Scottish National Dictionary (1700–)

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ILL-FAURED, adj. Also -faurd, -fared, -fa'ard, -fawrd, -farr(e)d, -fa(u)rt, -fawrt; ull- (Abd.). Compar. wa(u)r-, ¶ill-faurder, superl. warst-. [′ɪl′f:rd, -t, Abd. ′ʌl′fɑ:rt]

1. Of looks, appearance, etc.: ill-favoured, ugly, uncomely, unbecoming. Gen.Sc. Adv. ill-fa(u)rdly. Sc. 1724  Ramsay T.-T. Misc. (1876) I. 82:
O kend my minny I were wi' you, Ill-fardly wad she crook her mou'.
Lnk. a.1779  D. Graham Writings (1883) II. 13:
A gay we'll gawn fallow, right spruch, amaist like an ill-far'd gentleman.
Kcb. 1814  W. Nicholson Poems 90:
But twine thee o' thy trappin's a', Thou'rt war fa'ur'd than a plucked daw.
Sc. 1816  Scott O. Mortality xiv.:
Ay, ay; a black cast to a' their ill-faur'd faces.
Slk. 1818  Hogg Hunt of Eildon (1874) 234:
She didna only change me intil an ill-faurd he-sow, but guidit me shamefully ill a' the time I was a goossy.
Ayr. 1826  Galt Last of the Lairds xi.:
But whereas is an ill-farr'd beginning to a billydoo.
Abd. 1881  W. Paul Past & Present 127:
He insisted on my looking at his leg which he said was “very ill faurt twa or three days syne but wasna that oonbonny noo.” The country people here used to call a healthy wound a “bonny sair.”
Edb. 1895  J. Tweeddale Moff 87:
There's naething worse faured than a curler comin' oot for his first spell wi' an auld scrunt o' a cowe.
Rxb. 1917  Kelso Chron. (9 Sept.) 2:
It was a shilpit, illfaured gude-for-nathing kind o' brute — he offered me tenpence for't.
Abd. 1924  Swatches o' Hamespun 62:
Wi an ull-faurt foumart o' a cat, as cankert as 'ersel.

2. In regard to behaviour or speech: ill-mannered, impudent, ill-tempered, coarse (Sc. 1825 Jam.; Ork., Abd., Ags. 1958). Also used adv. Sc. 1816  Scott Antiquary xxxviii.:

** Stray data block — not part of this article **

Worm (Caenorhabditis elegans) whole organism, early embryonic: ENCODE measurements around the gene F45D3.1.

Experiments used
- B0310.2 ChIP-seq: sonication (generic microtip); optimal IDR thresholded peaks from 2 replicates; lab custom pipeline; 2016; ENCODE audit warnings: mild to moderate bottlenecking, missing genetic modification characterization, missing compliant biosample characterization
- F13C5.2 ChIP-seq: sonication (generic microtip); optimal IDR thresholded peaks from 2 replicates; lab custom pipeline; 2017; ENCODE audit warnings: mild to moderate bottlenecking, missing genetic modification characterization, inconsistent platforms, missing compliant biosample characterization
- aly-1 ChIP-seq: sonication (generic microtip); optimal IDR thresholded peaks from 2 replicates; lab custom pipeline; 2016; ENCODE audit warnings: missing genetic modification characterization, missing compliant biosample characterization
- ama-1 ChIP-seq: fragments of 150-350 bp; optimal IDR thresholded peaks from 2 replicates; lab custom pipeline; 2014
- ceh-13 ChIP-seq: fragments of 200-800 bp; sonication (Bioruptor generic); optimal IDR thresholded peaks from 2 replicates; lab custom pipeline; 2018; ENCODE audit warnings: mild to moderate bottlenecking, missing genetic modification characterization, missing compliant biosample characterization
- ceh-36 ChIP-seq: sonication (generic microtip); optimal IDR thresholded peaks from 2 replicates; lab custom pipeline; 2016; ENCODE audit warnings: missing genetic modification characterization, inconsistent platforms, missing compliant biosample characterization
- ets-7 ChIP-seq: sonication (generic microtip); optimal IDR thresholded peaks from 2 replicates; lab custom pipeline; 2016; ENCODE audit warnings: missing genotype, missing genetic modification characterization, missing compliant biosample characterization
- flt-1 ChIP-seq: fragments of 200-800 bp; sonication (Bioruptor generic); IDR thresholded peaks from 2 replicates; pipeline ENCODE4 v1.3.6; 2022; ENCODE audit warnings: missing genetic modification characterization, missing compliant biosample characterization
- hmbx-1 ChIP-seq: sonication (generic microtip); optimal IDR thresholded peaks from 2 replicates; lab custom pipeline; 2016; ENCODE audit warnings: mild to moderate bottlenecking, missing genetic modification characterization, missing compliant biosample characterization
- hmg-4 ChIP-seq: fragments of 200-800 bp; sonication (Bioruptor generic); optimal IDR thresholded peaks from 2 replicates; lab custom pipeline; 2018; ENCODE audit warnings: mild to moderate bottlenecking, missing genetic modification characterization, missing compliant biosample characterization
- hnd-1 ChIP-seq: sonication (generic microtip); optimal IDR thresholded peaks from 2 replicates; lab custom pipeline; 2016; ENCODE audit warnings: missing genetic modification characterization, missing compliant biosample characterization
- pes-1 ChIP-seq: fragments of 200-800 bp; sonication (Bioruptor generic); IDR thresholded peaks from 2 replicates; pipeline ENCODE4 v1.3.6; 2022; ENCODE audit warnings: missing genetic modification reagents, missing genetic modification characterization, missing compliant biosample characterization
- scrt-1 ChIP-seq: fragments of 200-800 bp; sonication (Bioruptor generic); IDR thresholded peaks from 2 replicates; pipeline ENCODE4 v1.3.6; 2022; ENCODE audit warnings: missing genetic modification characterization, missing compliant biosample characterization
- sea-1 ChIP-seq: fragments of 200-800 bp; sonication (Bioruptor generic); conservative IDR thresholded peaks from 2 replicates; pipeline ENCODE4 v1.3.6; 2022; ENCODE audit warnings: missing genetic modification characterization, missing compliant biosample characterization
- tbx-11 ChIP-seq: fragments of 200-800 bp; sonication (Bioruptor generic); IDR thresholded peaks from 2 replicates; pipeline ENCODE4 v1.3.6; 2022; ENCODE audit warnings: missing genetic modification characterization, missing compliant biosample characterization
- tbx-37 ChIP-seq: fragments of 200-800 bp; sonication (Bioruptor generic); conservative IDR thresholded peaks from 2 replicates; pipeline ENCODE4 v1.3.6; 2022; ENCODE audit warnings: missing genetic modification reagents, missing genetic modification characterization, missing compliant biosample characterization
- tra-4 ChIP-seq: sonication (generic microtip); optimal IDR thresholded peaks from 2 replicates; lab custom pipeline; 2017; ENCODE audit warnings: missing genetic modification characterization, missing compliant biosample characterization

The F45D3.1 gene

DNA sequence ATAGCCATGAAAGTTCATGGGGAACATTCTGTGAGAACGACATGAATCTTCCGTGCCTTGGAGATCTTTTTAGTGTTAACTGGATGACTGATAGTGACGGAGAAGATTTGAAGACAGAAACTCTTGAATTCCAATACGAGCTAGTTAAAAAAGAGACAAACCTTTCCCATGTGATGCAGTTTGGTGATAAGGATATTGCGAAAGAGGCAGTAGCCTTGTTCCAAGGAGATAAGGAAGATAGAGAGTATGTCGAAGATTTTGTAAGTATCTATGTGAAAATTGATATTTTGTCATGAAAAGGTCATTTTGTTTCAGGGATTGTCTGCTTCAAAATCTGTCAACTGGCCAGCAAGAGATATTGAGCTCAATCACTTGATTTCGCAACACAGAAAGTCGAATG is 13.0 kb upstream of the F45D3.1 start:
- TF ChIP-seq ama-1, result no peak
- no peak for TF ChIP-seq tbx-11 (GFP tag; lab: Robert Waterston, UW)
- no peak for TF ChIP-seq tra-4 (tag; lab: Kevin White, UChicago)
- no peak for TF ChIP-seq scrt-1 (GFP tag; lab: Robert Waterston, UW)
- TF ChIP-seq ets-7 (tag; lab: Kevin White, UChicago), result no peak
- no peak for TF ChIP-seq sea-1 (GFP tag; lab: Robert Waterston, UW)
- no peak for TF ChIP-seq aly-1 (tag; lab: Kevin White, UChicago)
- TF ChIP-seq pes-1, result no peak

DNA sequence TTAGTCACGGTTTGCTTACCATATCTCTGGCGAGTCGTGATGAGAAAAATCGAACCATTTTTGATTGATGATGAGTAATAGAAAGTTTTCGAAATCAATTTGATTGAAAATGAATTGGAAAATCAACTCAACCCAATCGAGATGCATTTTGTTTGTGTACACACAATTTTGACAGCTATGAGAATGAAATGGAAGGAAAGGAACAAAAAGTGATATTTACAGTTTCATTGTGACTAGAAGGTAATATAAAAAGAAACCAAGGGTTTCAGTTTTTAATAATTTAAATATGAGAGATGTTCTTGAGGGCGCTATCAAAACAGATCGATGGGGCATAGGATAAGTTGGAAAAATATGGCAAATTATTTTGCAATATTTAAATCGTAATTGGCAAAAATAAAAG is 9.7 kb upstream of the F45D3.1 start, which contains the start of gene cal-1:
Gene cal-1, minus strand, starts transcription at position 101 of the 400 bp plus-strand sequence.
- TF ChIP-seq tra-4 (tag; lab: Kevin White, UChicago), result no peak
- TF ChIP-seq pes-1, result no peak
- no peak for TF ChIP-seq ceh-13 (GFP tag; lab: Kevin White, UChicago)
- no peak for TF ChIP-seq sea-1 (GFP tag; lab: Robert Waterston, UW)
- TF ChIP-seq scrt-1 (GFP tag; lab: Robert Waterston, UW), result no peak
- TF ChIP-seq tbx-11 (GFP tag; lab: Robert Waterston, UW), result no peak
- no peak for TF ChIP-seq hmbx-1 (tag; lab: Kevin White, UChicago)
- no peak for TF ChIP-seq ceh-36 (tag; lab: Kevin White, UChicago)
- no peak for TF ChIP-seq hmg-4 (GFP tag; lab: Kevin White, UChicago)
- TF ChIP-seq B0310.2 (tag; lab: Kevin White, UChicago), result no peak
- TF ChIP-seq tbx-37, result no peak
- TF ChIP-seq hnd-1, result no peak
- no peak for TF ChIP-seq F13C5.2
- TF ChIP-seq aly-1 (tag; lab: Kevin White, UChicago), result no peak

He, the ill-fa'ard loon! . . . there wad hae been little speerings o't had Dustansnivel kenn'd it was there.
Abd. 1824  G. Smith Douglas 64:
The warst fard language at a tinkler's feast, Compar'd wi' his, for court-bred style, wad past.
Fif. 1864  W. D. Latto T. Bodkin xxxiv.:
The blacksmith, wha . . . let aff an ill-faured aith at times.
Dmb. 1894  D. Macleod Past Worthies 173:
Did ye, ye ill-faured loon, an' frail stoop o' the Kirk, gang and tell Mrs Malagrowther that I was oft'ner than ance o'erta'en wi' liquor?
Bnff. 1949  :
It's ill-faurt tae floan afore folk.

3. Of things: hateful, causing abhorrence, obnoxious, unpleasant, objectionable (Kcb. 1896 Crockett Grey Man viii.; Cai., Kcb. 1958); of a blow: hard, severe, serious. Irreg. compar. ill-faurder. Slk. 1820  Hogg Winter Ev. Tales II. 191:
Yon's Jock o' the Meer-Cleuch; he has gotten an ill-faur'd flaip.
Sc. 1821  Scott Pirate v.:
Ill-fa'red tools they had in their hands, whaaling knives they ca'ed them, but they looked as like whingers as ae bit airn can look like anither.
Rxb. 1847  J. Halliday Rustic Bard 149:
O bleart, ill-faurt, frem'd fiend, starvation — An empty purse.
Per. 1887  R. Cleland Inchbracken 229:
It was an ill-faured trick o' ye, at ye wad expose our shame.

4. Poor in quality, unattractive, “scruffy” (Sh., Ork., Abd., Ags. 1958). Adv. ill-faurdly, -faurtly, “meanly, in a scurvy or shabby manner” (Sc. 1825 Jam.). Abd. 1787  A. Shirrefs Jamie and Bess iii. ii.:
Wha has a heart sae borne down wi' wae, Will but ill-far'dly owther sing or say.
Sc. 1806  Scots Mag. (Sept.) 696:
Trouth my dow ye'll ablins hae Some ill-faurder bodes ere beltin'.
wm.Sc. 1854  Laird of Logan 190:
Just spier at Andrew Brochan, gif I didna ken Goodie barley frae Glentirran, boiling in the Kale-pot; — aye, as it came tum'lin up, says I — there ye go, Goodie — is that your ill-faur'd frae Glentirran?

5. Of movement: clumsy, bungling (Sc. 1825 Jam.). Also used adv. and in adv. form ill-faurdly, clumsily, ungracefully (Ib.). Abd. 1895  J. Davidson Old Abd. Ministers 84:
They're maybe a kin' of illfaurt honest for a fortnicht afore the sacrament and a day or twa efter, but for ony ither time I wudna lippen them wi' muckle.

6. Of colour, dress, etc.: shabby, faded (Lnk. 1919 T.S.D.C. III. 23; Ork. 1922 J. Firth Reminisc. 152; Ork., Abd. 1958).

7. Unlucky, of bad omen (Sh. 1958). Rnf. 1880  W. Grossart Parish of Shotts 186:
On asking the name of the house of her birth, she said it was an “ill-faurt” name.

[O.Sc. ill-fa(i)rde, uncomely, from 1540. Ill, adv. + ppl.adj. from Faur, Eng. favoured. Cf. P.L.D. § 70.1. and Weel.]

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"Ill-faured adj.". Dictionary of the Scots Language. 2004. Scottish Language Dictionaries Ltd. Accessed 18 Jun 2019 <>



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